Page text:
UN Office for the Coordination of Humanitarian Affairs
IRAQ: Basra residents express dissatisfaction
BASRA, 13 April 2004 (IRIN) - A year ago, people in the southern Iraqi city of Basra, a Shi'ite stronghold of 1.4 million, were happy to see the end of Saddam Hussein's regime. Months of unrest is still growing as people become impatient for change since Coalition forces took control on 7 April, 2003.
Local people say the city, some 550 km southwest of the capital, Baghdad, has been relatively quiet since US-led forces overthrew the former Iraqi leader on 9 April. But disturbances have increased in recent weeks, with the unemployed holding several marches and other protests led by Iraqi security service staff seeking monthly salaries or pension payments.
A few weeks ago, some 100 protesters who were demanding salaries, threw stones and set tyres on fire. On 3 April angry unemployed Iraqi protesters stormed the central post office, setting the building on fire, and clashing with police and British forces. Some took advantage of the chaos and stole from the local post office building.
"The demonstrations occurred because of false promises we keep hearing about reconstruction either by the Iraqi Governing Council (ICG) or the Coalition Provisional Authority (CPA)," Ahmed Eissa, a former government employee who lost his job after the war, told IRIN in Basra.
"If the security situation is better and kept under control, many foreign companies will come and work and create job opportunities. If people can't find food for their families, there will be more and more violence," he maintained.
Under Saddam, the southern region was neglected particularly after a Shi'ite revolt in 1991, when the city staged an uprising against the regime. But without coalition support Saddam's forces crushed the uprising, killing thousands.
Um Wissam, a woman who lives in a richer part of Basra said that her cousin was kidnapped two weeks ago because he looks wealthy. He was taken out of the town and into the middle of the desert. She said he was set free when he was found to have no money on him.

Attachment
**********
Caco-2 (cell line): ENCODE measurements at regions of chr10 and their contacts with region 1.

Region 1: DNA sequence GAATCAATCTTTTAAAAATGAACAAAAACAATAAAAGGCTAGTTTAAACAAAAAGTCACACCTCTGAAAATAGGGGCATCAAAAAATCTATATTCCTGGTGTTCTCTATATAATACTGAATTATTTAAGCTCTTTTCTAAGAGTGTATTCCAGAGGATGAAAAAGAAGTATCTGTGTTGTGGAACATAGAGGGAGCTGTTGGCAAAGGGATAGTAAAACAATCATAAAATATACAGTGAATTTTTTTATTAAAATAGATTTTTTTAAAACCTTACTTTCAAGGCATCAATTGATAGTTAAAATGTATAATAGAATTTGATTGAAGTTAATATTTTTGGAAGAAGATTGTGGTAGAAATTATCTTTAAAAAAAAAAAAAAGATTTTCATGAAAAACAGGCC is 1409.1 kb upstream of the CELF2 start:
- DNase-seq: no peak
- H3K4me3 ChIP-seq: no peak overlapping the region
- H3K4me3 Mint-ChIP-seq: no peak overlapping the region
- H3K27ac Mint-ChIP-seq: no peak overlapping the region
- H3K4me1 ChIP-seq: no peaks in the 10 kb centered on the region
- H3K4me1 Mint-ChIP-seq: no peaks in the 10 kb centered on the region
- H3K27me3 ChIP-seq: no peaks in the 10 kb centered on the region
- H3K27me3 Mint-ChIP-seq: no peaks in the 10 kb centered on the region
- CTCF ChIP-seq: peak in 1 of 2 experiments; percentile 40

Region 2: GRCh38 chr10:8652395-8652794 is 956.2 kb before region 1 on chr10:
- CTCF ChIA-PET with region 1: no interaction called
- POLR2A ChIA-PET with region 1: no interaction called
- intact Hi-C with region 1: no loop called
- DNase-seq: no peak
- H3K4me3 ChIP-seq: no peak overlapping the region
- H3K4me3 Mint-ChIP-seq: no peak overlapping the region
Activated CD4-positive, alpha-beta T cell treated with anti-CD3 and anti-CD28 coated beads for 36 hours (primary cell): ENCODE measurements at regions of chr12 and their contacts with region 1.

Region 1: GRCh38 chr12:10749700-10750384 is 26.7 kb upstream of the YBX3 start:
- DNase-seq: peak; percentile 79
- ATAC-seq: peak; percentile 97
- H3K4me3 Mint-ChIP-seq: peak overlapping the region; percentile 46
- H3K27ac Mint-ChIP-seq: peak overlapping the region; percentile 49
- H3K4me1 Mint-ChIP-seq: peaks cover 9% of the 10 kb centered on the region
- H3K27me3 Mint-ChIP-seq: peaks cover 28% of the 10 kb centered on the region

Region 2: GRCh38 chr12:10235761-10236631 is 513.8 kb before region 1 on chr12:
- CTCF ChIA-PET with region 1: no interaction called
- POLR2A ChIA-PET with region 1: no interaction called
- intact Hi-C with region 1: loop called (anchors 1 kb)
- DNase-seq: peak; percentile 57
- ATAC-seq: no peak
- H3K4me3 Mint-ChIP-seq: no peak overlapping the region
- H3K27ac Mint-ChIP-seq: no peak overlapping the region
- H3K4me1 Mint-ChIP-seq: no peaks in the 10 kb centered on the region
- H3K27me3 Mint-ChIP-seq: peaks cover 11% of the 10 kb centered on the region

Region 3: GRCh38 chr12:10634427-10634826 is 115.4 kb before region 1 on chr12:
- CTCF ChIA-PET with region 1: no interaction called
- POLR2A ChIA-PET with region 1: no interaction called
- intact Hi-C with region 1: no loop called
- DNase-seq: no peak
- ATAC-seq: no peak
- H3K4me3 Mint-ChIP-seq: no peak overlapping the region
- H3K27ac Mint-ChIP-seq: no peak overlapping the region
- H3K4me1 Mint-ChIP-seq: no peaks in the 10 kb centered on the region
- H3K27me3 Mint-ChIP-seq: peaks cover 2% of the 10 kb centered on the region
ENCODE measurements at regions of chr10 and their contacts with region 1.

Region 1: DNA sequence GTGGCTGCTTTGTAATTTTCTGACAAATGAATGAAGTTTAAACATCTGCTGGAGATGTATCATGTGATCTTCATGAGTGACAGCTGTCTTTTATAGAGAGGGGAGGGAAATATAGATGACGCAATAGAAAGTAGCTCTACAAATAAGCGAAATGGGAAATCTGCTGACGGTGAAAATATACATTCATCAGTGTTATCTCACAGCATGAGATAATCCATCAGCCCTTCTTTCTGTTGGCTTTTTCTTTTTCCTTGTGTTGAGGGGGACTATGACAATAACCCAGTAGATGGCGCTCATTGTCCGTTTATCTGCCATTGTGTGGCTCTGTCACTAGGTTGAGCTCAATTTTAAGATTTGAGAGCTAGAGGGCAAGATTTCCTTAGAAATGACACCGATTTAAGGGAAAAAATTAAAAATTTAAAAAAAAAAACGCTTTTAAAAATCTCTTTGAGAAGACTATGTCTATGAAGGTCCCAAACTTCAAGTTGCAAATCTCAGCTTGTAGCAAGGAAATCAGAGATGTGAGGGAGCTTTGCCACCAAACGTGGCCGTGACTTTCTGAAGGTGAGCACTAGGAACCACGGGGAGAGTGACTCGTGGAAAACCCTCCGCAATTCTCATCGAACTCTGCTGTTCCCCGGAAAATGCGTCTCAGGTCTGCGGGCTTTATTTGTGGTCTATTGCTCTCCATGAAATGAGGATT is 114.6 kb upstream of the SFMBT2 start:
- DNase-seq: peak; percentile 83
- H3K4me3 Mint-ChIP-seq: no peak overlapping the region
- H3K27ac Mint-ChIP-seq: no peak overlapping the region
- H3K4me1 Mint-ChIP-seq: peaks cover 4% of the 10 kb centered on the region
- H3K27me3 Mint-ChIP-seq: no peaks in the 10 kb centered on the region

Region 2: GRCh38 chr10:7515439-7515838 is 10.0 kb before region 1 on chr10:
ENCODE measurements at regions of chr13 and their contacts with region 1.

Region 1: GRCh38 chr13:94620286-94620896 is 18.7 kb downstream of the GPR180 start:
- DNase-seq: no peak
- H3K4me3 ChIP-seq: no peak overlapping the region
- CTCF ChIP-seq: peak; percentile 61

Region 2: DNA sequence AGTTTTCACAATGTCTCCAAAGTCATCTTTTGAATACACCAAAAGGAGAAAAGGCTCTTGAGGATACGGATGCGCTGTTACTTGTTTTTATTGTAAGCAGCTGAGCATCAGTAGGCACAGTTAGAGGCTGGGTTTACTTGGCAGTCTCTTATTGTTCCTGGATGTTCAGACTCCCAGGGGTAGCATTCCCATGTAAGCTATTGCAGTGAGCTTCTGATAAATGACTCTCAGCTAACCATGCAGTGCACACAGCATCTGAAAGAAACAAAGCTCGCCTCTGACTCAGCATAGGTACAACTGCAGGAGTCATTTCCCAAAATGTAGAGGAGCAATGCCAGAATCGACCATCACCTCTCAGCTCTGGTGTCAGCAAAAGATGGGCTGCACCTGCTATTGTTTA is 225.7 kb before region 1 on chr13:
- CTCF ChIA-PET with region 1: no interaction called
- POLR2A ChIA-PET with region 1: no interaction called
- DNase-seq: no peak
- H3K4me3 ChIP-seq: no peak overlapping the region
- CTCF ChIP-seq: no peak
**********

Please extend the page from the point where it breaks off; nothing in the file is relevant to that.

Many residents of Basra are not hopeful that the security situation will be better soon. They say the police and British forces are ineffective against regular street crime. Murders, carjacking and kidnappings are continuing, they say.
According to a CPA spokesman Tim Smith, the British army, which occupies Basra with about 8,200 soldiers, prefers to allow Iraqi police fight local crime, although soldiers occasionally mount joint operations with them.
Smith said he thought people were beginning to have more confidence in the police, but demonstrations would remain for the time being. "But generally the security in the southern part is pretty stable," he told IRIN.
Other Iraqis are prepared to ignore security as new business opportunities emerge. Traders in the city say they think the situation is much better than before. Shopkeeper Muhannad al-diraway, sells mobile phones in the centre of Basra and he agreed that there had been some positive progress. "I've had this shop since 1998 but I've only been able to sell popular goods now such as CDs and mobile phones. We started to have an internet access in 2000, but we have only been able to access it properly now," he told IRIN.
A man who had a big grocery store in the same area said that most of the food stuff and clothes were now coming from different neighbouring countries such as Turkey, Syria, and Iran. "All these were forbidden to enter during the sanctions years. Now everything is available and without customs," Ziad Abdalla told IRIN.
Ali Abdel Wahab, a member of the Basra Chamber of Commerce and a coordinator between the local council of Basra and the CPA told IRIN that there had been a recent agreement to give the Chamber of Commerce in Basra some autonomy from Baghdad and the rest of the country.
"This way, we are far from bureaucratic procedures of Baghdad and we are hopeful to receive foreign companies to invest here soon especially now that the security situation here is more encouraging than in Baghdad, " he explained.
Themes: (IRIN) Conflict, (IRIN) Economy, (IRIN) Governance, (IRIN) Human Rights
This material comes to you via IRIN, a UN humanitarian information unit, but may not necessarily reflect the views of the United Nations or its agencies. If you re-print, copy, archive or re-post this item, please retain this credit and disclaimer. Quotations or extracts should include attribution to the original sources. All materials copyright © UN Office for the Coordination of Humanitarian Affairs 2004
|Join the GlobalSecurity.org mailing list|